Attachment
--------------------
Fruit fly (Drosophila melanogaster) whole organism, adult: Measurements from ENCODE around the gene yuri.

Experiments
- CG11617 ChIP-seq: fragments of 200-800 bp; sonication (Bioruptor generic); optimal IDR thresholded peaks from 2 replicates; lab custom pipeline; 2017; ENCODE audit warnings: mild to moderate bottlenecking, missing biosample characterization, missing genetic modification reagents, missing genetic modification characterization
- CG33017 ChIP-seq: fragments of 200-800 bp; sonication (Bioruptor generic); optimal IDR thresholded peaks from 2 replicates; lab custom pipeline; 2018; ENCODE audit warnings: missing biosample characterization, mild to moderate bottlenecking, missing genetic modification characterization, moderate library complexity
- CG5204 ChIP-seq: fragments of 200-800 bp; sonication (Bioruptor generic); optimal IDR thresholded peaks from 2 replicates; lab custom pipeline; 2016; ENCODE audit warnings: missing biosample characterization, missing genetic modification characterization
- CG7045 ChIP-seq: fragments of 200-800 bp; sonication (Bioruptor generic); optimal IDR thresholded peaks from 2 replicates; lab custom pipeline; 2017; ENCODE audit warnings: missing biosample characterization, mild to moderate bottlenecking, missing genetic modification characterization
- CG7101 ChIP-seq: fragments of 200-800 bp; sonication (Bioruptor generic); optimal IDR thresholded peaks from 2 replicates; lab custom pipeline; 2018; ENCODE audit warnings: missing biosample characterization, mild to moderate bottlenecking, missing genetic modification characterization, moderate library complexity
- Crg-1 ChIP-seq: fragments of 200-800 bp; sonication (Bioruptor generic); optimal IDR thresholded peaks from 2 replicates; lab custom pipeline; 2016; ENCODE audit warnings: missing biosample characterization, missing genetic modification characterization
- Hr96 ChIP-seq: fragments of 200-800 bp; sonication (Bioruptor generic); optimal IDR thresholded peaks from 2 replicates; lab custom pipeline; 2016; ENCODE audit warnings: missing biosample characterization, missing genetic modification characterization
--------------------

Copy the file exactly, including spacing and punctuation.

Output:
Fruit fly (Drosophila melanogaster) whole organism, adult: Measurements from ENCODE around the gene yuri.

Experiments
- CG11617 ChIP-seq: fragments of 200-800 bp; sonication (Bioruptor generic); optimal IDR thresholded peaks from 2 replicates; lab custom pipeline; 2017; ENCODE audit warnings: mild to moderate bottlenecking, missing biosample characterization, missing genetic modification reagents, missing genetic modification characterization
- CG33017 ChIP-seq: fragments of 200-800 bp; sonication (Bioruptor generic); optimal IDR thresholded peaks from 2 replicates; lab custom pipeline; 2018; ENCODE audit warnings: missing biosample characterization, mild to moderate bottlenecking, missing genetic modification characterization, moderate library complexity
- CG5204 ChIP-seq: fragments of 200-800 bp; sonication (Bioruptor generic); optimal IDR thresholded peaks from 2 replicates; lab custom pipeline; 2016; ENCODE audit warnings: missing biosample characterization, missing genetic modification characterization
- CG7045 ChIP-seq: fragments of 200-800 bp; sonication (Bioruptor generic); optimal IDR thresholded peaks from 2 replicates; lab custom pipeline; 2017; ENCODE audit warnings: missing biosample characterization, mild to moderate bottlenecking, missing genetic modification characterization
- CG7101 ChIP-seq: fragments of 200-800 bp; sonication (Bioruptor generic); optimal IDR thresholded peaks from 2 replicates; lab custom pipeline; 2018; ENCODE audit warnings: missing biosample characterization, mild to moderate bottlenecking, missing genetic modification characterization, moderate library complexity
- Crg-1 ChIP-seq: fragments of 200-800 bp; sonication (Bioruptor generic); optimal IDR thresholded peaks from 2 replicates; lab custom pipeline; 2016; ENCODE audit warnings: missing biosample characterization, missing genetic modification characterization
- Hr96 ChIP-seq: fragments of 200-800 bp; sonication (Bioruptor generic); optimal IDR thresholded peaks from 2 replicates; lab custom pipeline; 2016; ENCODE audit warnings: missing biosample characterization, missing genetic modification characterization